Two years before 1989, the biggest and also strangest student protest at Tiananmen Square in modern China occurred in a manner that surprised everybody, even the students themselves. It was a protest that was almost not meant to be.
In the Fall of 1986, a wave of student protests, triggered by local elections, had swept several southern cities. It climaxed at Shanghai, where on December 20, 1986, in defiance of direct orders from then Mayor Jiang Zemin (江泽民), about 100,000 students marched on the street and virtually shutdown the entire city. They were protesting brutal police actions the day before, as well as asking for liberty and democracy, a stable of student movements in China.
But things were unusually quiet in Beijing that December. Perhaps for the first time in China's history, a major student movement was going on, elsewhere, without Beida (Peking University, 北大) in the lead, or involved at all. It was so amazing that newspaper in Beijing ran stories praising Beida students for their focus in studies. Some in Beida quipped that since we didn't get to lead [the movement] this time, why bother to follow?
The Beijing authority was nevertheless very nervous. On December 26, the City Council rushed to approve a 10-point regulation on public demonstrations. It required organizers to apply for a permit way in advance and appeared to declare key areas, such as Tiananmen Square, off-limits for assemblies and protests. This so-called Beijing 10-Points might just have finally provided the trigger for Beida students to spring into action.
Near the end of the year, a few unsigned posters appeared in Beida with a simple message: “Let’s Go March at Tiananmen Square on New Year’s Day!” Other than challenging the new regulations, there appeared to be no purpose for the march and no organizers were noted. It was difficult to determine whether the posters were genuine or just a practical joke. In any event, few thought a march was a good idea and almost nobody openly indicated they would be going. But the government was nervous enough that they put out a stern warning in the press, promising to severely punish anyone who dared to defy the regulations and protest at Tiananmen. City residents were warned not to go to Tiananmen for any reason that day. The stakes for this phantom march was now on the rise.
The New Year's Day of 1987 was heavily overcast and very cold in Beijing. An interesting scene was unfolding at the Tiananmen Square in the morning. A large group of Young Pioneers, the Communist equivalent of Boy/Girl Scouts, were staging a large ceremony at the center. With that as a pretense, police lined up three-deep, completely sealed off the Square. Outside of the police line, however, there were onlookers who were obviously college students, milling around and gathering in spontaneous clusters here and there. A few attempts to rush the police line developed, but failed. Police started to tighten up their lines and ready for any charge from the crowd.
Around noon, a crowd with make-shift banners formed at the northeast corner of the Square. The leading banner was a large sheet of pink plastic cloth with a curious message: “Support Xiaoping! Support the Reform!” Whoever made that banner obviously did not want anyone to think that the crowd was anti-government. As the crowd marched around to gather up more participants, it turned away from the Square, chanting slogans and singing patriotic songs. The policemen were puzzled but relieved. After all, they were ordered to protect the Square itself. It was okay if the students wanted to march somewhere else.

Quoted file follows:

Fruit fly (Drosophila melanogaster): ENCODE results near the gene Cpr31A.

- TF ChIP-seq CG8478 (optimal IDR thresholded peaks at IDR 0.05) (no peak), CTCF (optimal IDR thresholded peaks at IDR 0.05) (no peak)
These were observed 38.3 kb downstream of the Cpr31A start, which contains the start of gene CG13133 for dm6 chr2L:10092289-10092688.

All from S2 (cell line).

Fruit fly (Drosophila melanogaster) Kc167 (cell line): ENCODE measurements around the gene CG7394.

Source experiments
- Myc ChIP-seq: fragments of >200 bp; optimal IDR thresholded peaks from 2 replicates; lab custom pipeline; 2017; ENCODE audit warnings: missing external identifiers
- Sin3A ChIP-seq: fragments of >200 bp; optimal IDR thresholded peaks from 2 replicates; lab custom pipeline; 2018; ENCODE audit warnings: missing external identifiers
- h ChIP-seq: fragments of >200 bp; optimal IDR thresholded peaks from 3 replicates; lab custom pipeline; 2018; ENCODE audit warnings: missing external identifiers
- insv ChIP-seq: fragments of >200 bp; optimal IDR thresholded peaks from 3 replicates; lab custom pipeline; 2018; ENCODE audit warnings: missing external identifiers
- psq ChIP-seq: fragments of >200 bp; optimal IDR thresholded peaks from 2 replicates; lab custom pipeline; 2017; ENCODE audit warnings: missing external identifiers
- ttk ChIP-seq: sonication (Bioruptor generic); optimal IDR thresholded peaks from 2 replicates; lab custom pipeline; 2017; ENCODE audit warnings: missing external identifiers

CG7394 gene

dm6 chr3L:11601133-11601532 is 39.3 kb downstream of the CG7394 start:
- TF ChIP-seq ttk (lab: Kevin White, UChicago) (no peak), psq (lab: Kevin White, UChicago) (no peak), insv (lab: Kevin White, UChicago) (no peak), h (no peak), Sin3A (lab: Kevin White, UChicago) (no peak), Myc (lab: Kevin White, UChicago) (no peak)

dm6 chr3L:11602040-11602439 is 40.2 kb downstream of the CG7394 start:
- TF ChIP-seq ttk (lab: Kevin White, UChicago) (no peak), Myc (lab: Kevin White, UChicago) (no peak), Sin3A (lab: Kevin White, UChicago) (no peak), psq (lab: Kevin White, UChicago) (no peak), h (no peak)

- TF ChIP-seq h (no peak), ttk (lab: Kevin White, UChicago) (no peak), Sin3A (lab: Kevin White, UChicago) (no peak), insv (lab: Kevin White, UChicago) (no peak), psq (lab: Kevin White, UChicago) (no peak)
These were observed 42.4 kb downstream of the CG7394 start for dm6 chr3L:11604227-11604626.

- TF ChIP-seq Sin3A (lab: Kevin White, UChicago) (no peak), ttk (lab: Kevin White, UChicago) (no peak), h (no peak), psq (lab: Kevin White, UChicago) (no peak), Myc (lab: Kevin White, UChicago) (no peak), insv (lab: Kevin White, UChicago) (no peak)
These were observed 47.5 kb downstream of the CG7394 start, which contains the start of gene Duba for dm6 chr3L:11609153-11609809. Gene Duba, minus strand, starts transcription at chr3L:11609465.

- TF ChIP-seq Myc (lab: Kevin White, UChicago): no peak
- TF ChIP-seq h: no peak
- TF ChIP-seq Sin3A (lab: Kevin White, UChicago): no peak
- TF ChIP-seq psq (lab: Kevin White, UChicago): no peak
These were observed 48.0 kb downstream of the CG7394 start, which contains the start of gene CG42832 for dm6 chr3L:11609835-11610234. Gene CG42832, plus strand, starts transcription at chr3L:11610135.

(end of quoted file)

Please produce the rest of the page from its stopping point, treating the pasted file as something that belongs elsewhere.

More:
But the relief was short-lived. As the crowd gathered momentum, it turned around and suddenly charged back into the Square. What followed was a scene of chaos and horror. Caught off-guard, the police rushed in to grab any students they could reach. Those caught were thrown into waiting police vans. Other students were beaten. When the crowd was finally dispersed, more than fifty students were detained; 34 of them were from Beida. Among them were two who would play very significant roles in 1989: Liu Gang (刘刚) and Feng Congde (封从德). They did not know each other then.
The evening news reported that some hundreds of "hooligans" tried to engage in disruptive behavior at Tiananmen Square that day but were unsuccessful when the police had "taken some of them away from the scene." The report was careful not to term those students as "arrested" or even "detained".
Later that night, in freezing cold and snow, thousands of students marched out of Beida again. They pushed through a police barrier and headed towards Tiananmen Square. They wanted to get their classmates back. It was not until 3am, when the march was half-way there, news caught up with them that all detained students had been released.
The march finally stopped, in an incredulous mode of disbelief, excitement, and relief. For the first time under the Communist rule, the government had succumbed to people’s pressure and released wrongfully detained citizens.
It was a special New Year, indeed.
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